Shared16 - Parametric Equations Assignment / Parametric Equations Notes.sagewsOpen in CoCalc
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  • Intro to Sage
  • Graphing and Solving Equations
  • Tangent Lines

Parametric Equations

Suppose x and y are both functions of a variable t , called the "parameter." Then each value of t gives a point in the x-y plane, (x(t),y(t)) . The set of all such points as t varies is called a "parametric curve," and the equations defining this curve are called "parametric equations."

Example 1

Below is an example of a parametric curve. Notice that y is not a function of x (or vice versa). Graphs of functions form a really limited collection of curves, and parametric curves provide many more kinds of graphs.

%var t

Below is an animation which shows the above curve being drawn as t starts at 0 and increases to \pi .

%var t
for n in [1..50]:

You can graph a parametric curve by hand using a table of values - just choose some values of t and plug them into the x and y functions. This is usually pretty tedious.

Sage can handle parametric curves using the parametric_plot command, as in the example above.

First, declare the variable t . Then define x(t) and y(t) . Finally, type parametric_plot((x(t),y(t)),(t,0,pi)). Notice that (t,0,pi) controls which values of t are used. You may want to increase pi if the graph looks incomplete.

Example 2

There is a toy called the Spirograph that lets you draw interesting curves using a collection of wheels. We can produce these pictures using Sage.

In the interact below, experiment with different values of a and b . If the curve looks incomplete, then increase tmax.

For example, try a=21,\ a=\frac{1}{2},\ a=\sqrt{2} (increase tmax to 100*pi for this one).

def _(a=5,b=2,tmax=10*pi):
    %var t
Interact: please open in CoCalc

Tangents to Parametric Curves

We would like to do calculus with parametric curves, such as finding the slope of the curve.

Example 3

Consider the parametric curve below, which has equations x(t)=2\sin(2t) and y(t)=2\sin(t) .

Although y is not a function of x , it looks like the curve should have tangent lines. How do we find the slope of the tangent line?

%var t

By the Chain Rule: \displaystyle\frac{dy}{dt}=\frac{dy}{dx}\cdot\frac{dx}{dt} .

If \displaystyle\frac{dx}{dt}\ne 0 , then we can solve for \displaystyle\frac{dy}{dx} to get


In other words, the slope of the curve in the x-y plane is given by \displaystyle\frac{y\,'(t)}{x'(t)} .

Notice that this slope is given as a function of t . So if we want the slope of the curve at a particular point (x,y) , then we need to find a value of t that gives us this point.

Example 4

Find an equation for the tangent line to the curve above at t=\frac{\pi}{6} .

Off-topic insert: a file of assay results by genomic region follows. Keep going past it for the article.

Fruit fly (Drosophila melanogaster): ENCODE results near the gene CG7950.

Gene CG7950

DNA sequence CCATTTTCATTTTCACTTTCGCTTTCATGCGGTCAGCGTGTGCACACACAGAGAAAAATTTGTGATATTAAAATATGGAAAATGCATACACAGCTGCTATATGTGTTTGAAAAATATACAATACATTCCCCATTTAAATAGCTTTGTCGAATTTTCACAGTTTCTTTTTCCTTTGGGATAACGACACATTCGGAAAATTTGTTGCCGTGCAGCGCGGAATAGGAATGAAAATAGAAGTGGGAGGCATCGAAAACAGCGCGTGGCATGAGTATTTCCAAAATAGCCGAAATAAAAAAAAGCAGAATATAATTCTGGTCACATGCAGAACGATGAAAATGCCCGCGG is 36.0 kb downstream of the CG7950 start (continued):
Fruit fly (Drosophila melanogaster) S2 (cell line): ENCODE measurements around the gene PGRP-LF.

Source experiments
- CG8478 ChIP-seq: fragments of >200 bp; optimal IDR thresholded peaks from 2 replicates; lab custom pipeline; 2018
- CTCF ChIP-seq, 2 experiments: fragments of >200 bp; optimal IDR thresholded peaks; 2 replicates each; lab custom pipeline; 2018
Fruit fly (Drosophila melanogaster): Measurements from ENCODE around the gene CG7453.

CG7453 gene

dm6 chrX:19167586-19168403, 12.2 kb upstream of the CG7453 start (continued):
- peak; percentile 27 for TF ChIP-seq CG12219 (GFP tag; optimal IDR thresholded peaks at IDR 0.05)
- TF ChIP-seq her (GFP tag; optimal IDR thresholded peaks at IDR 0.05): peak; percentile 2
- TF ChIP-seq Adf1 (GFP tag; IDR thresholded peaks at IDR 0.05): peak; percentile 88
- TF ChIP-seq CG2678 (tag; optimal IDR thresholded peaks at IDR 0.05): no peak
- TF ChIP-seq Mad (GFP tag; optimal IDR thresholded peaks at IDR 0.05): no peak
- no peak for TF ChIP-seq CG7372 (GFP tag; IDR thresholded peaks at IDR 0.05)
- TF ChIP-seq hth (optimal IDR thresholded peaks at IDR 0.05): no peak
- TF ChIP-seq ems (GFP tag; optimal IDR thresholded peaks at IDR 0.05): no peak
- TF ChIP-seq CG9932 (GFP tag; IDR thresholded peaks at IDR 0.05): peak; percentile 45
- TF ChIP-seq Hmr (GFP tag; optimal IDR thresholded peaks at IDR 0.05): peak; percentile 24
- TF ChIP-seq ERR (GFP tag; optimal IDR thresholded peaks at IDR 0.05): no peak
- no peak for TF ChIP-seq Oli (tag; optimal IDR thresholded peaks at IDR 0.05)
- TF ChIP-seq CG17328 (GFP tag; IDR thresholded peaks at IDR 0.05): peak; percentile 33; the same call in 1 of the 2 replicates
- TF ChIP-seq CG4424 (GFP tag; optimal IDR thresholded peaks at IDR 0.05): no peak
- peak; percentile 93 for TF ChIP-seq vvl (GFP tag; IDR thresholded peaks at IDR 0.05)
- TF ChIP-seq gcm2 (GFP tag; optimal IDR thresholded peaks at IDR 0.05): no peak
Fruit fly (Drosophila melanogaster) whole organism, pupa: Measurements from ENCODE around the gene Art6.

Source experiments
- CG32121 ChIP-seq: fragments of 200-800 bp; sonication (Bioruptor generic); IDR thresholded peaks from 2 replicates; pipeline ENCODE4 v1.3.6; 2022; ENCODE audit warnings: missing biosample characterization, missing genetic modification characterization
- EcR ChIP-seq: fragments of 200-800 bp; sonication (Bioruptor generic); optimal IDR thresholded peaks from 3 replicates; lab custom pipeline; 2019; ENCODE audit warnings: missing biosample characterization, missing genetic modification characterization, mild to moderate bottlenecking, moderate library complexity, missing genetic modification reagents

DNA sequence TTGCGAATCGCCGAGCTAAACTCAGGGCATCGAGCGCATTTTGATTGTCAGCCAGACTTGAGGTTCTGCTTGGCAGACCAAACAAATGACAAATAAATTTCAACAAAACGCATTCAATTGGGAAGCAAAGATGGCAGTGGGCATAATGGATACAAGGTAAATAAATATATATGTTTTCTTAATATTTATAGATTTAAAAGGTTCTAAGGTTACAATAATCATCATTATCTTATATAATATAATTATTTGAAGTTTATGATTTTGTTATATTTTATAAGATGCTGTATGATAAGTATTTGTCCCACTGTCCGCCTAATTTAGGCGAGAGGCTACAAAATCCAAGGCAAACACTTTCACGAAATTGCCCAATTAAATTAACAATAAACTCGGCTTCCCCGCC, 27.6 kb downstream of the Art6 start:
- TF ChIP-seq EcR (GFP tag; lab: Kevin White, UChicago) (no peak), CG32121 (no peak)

First, find the slope function. I'll call this function m .

%var t
\displaystyle \frac{\cos\left(t\right)}{2 \, \cos\left(2 \, t\right)}

Now let's find the slope when t=\frac{\pi}{6} .

\displaystyle \frac{1}{2} \, \sqrt{3}

Next, we calculate x\left(\frac{\pi}{6}\right) and y\left(\frac{\pi}{6}\right) , then we use the point-slope form of a line:


sqrt(3) 1

Notice that the tangent line is a function of x , not t . In order to not interfere with our parametric function x(t) , I will use capital X for the tangent line.

TL(X)=1+sqrt(3)/2*(X-sqrt(3))  #Note the capital X
\displaystyle \frac{1}{2} \, \sqrt{3} {\left(X - \sqrt{3}\right)} + 1

Intersection Points

What happens to the derivative when the curve crosses itself?

Example 5

In the curve above, the curve intersects itself at (0,0) .

What values of t result in (x(t),y(t))=(0,0) ?

We need a value of t that gives both x(t)=0 and y(t)=0 .

First, we'll ask Sage to solve the equations.

%var t
[t == 0] [t == 0]

Sage tells us that t=0 will work. Is that the only possiblity?

No, we know there are more solutions, since x and y are both periodic functions. We can get Sage to give us a more complete answer by adding the optional argument to_poly_solve='force' (don't worry about what this does).

[t == 1/2*pi*z45] [t == pi*z50]

In the output above, the variables z45 and z50 are assumed to be any integer (that's what the "z" is for).

In other words, x(t)=0 when t=\frac{z\pi}{2} for any integer z , i.e., t=0,\ \pm\frac{\pi}{2},\ \pm\frac{2\pi}{2}=\pm\pi,\ \pm\frac{3\pi}{2},\ \pm\frac{4\pi}{2}=\pm 2\pi, etc.

On the other hand, y(t)=0 when t=z\pi for any integer z , i.e. t=0,\ \pm\pi,\ \pm 2\pi,\ \pm3\pi, etc.

The values of t on both of these lists result in both x and y being 0 .

Look at the two lists, and see what they have in common. In this case, both lists have t=z\pi .

What is the slope of the curve when t=z\pi ? Let's try a few values of z .

m(-2*pi); m(-1*pi); m(0*pi); m(1*pi); m(2*pi)
1/2 -1/2 1/2 -1/2 1/2

We get two different slopes: \frac{1}{2} and -\frac{1}{2} .

Since there are two different slopes, there must be two different tangent lines.

TL1(X)=0+1/2*(X-0)  #Note the capital X
TL2(X)=0-1/2*(X-0)  #Again, capital X